The Color Season
Article #123, September 2007
By Bill Cook
past summer was the third dry growing season in a row in the Upper Peninsula
of Michigan. Stressed trees, especially red maples, began to change color early.
However, most of the forest will proceed through the annual color change on
timing is relatively consistent, as it is controlled by a balance between dark
and light hours. This window is roughly ten days to two weeks from the end of
September and into the first week of October.
species comply, more or less, with their biological clocks, but not every species
uses the same clock. The ashes go first. Oaks will persist longer. Trees along
the Lake Superior shore have milder microclimates and often change colors at
the end of the window. Forests on the shallow soils of northern Iron County
are among the first landscapes to transform.
is a lot of biochemistry related to the annual undressing of the forest. The
process is part of what trees undergo to make themselves hardy for the cold
and dryness of winter. Northern trees have some astounding and fascinating adaptations.
timing is largely controlled by photoperiod, the intensity and visual quality
of the fall colors can be impacted by weather. The compounds with red, yellow,
and purple pigments may be brighter, or persist for a little longer, with warm
days and frosty nights. But it's a risky business to predict color change patterns.
the first hard frost happen while the leaves retain good stocks of sugars, we
should have a fine color show. Color intensity is a function of tree health
and September temperatures. The drought may soften the intensity, but the difference
will likely remain largely unnoticed.
stress might also precipitate an earlier or quicker re-absorption of the green
chlorophyll molecules. Red maples along our highways often cause comments about
an early color change. These trees are responding to unhealthy growing conditions
more than the onset of an early fall.
geography and expansive forest of the Upper Peninsula provides some of the most
colorful fall displays in the world. Annual treks by thousands of leafpeepers
provide testimony to this fact. It is a good time to be in the woods, as bird
hunters will quietly attest.
of our hardwood, or broad-leaf, forest consists of maples, aspens, and birches.
We eagerly anticipate the crimson and gold of maples, which usually outperforms
the color changes in other parts of the continent. Our aspens also turn a lively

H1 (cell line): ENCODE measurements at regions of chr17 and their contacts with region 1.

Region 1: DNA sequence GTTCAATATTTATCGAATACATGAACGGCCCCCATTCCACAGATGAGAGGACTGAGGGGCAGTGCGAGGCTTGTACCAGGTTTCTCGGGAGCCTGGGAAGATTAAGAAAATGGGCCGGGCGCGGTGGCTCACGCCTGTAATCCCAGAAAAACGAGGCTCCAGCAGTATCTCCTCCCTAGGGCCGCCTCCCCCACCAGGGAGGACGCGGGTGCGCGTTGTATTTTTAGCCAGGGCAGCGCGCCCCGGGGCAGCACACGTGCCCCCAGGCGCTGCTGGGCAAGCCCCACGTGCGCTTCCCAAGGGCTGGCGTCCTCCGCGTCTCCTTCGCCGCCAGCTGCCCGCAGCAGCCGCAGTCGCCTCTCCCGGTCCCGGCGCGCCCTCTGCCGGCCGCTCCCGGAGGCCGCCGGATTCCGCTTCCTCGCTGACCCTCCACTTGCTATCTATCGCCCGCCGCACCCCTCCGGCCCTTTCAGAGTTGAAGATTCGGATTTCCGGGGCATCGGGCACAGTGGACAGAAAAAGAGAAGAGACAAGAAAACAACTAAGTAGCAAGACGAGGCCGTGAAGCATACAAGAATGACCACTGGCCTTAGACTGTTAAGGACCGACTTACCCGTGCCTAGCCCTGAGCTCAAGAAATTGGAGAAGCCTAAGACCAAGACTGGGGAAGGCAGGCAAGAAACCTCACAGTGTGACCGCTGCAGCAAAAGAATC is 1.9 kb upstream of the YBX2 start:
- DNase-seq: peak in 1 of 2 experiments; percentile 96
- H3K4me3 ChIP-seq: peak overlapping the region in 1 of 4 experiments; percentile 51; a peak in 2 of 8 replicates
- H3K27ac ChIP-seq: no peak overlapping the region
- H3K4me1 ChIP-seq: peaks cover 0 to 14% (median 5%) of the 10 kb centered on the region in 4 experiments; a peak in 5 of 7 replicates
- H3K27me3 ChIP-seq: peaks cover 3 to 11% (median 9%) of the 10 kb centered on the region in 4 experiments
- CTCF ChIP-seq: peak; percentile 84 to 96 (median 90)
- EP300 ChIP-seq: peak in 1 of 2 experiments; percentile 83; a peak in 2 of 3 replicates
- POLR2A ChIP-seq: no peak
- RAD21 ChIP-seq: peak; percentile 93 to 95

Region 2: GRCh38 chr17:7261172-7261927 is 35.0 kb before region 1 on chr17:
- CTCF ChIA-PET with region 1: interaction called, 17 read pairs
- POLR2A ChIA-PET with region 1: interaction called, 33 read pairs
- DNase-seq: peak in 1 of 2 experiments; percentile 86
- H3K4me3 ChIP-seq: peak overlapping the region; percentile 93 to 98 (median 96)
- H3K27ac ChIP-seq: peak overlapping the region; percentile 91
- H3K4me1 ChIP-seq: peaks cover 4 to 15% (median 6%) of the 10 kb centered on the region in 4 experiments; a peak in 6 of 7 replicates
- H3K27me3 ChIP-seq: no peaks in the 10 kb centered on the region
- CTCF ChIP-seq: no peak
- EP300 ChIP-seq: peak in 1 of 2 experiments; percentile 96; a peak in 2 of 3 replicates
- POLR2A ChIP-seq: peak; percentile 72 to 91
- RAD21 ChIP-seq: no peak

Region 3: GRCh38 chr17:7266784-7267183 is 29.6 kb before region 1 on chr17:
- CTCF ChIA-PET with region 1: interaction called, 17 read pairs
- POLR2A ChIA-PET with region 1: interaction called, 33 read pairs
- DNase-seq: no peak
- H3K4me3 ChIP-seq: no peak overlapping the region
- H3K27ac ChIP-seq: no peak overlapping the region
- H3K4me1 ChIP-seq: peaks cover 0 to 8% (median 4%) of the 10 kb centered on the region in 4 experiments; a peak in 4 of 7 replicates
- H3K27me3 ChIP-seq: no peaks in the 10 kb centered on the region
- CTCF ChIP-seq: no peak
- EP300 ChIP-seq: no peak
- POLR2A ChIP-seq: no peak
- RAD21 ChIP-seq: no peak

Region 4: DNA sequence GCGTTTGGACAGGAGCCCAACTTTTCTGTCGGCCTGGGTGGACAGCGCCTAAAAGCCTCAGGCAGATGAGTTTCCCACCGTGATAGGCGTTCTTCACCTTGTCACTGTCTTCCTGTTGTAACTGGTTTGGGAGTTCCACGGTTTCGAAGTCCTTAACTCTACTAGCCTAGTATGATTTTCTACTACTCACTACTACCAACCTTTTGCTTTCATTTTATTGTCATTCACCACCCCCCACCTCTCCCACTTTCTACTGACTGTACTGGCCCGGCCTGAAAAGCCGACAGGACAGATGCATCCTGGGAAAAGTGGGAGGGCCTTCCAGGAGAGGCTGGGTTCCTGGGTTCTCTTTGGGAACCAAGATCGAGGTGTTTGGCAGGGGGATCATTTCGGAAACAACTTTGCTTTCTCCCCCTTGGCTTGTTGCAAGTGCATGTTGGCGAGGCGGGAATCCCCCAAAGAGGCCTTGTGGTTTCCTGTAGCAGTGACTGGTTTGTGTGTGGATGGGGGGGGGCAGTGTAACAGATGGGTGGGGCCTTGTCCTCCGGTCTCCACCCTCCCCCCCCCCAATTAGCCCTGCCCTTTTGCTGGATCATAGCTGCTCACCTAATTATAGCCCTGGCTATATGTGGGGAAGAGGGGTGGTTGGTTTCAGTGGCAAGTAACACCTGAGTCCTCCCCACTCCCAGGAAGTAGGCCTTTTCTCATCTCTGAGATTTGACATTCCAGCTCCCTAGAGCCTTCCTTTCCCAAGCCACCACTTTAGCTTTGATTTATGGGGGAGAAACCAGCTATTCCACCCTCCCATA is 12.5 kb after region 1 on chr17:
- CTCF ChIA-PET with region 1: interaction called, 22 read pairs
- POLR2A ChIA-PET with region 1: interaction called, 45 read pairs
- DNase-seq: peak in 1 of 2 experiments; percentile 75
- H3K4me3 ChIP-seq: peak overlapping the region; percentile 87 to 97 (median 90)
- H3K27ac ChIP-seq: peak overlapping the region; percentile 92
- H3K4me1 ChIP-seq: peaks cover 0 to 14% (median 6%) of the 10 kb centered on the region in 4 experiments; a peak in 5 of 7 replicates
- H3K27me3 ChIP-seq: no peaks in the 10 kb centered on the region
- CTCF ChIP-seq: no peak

yellow color, especially with the right weather conditions. Birch are much the
same way. A bright yellow canopy over a snow-white paper birch stand is an experience
not soon forgotten.
let us not ignore the softwoods, or evergreens. Although they do retain needles
year-round, they don't retain them all. The older needles, nearer to the trunk,
fall off every year. The only exception is the glorious tamarack. Not only does
it lose all its needles each fall, but it typically departs the season in a
flaming blaze of gold! It is the last tree to change colors as the forest bids
farewell to the growing season.
again, the much anticipated season of color change will soon lie behind us.
This time of year, many of us hold our breath, lest we miss those few days when
the forest canopy alights with the fire and brilliance of the last hurrah of
Every season hosts a multitude of changes in the forest and all that lives there, including us humans. Fall color is arguably the favorite of all seasonal changes and without doubt the outdoors is teeming with interesting events this time of the year.
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Bill Cook is an MSU Extension forester providing educational programming for the entire Upper Peninsula. His office is located at the MSU Upper Peninsula Tree Improvement Center near Escanaba. The Center is the headquarters for three MSU Forestry properties in the U.P., with a combined area of about 8,000 acres. He can be reached at firstname.lastname@example.org or 906-786-1575.
by Bill Cook, Forester/Biologist, Michigan State University Extension, 6005
J Road, Escanaba, MI 49829
906-786-1575 (voice), 906-786-9370 (fax), e-mail: email@example.com
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Last update of this page was 5 September, 2007
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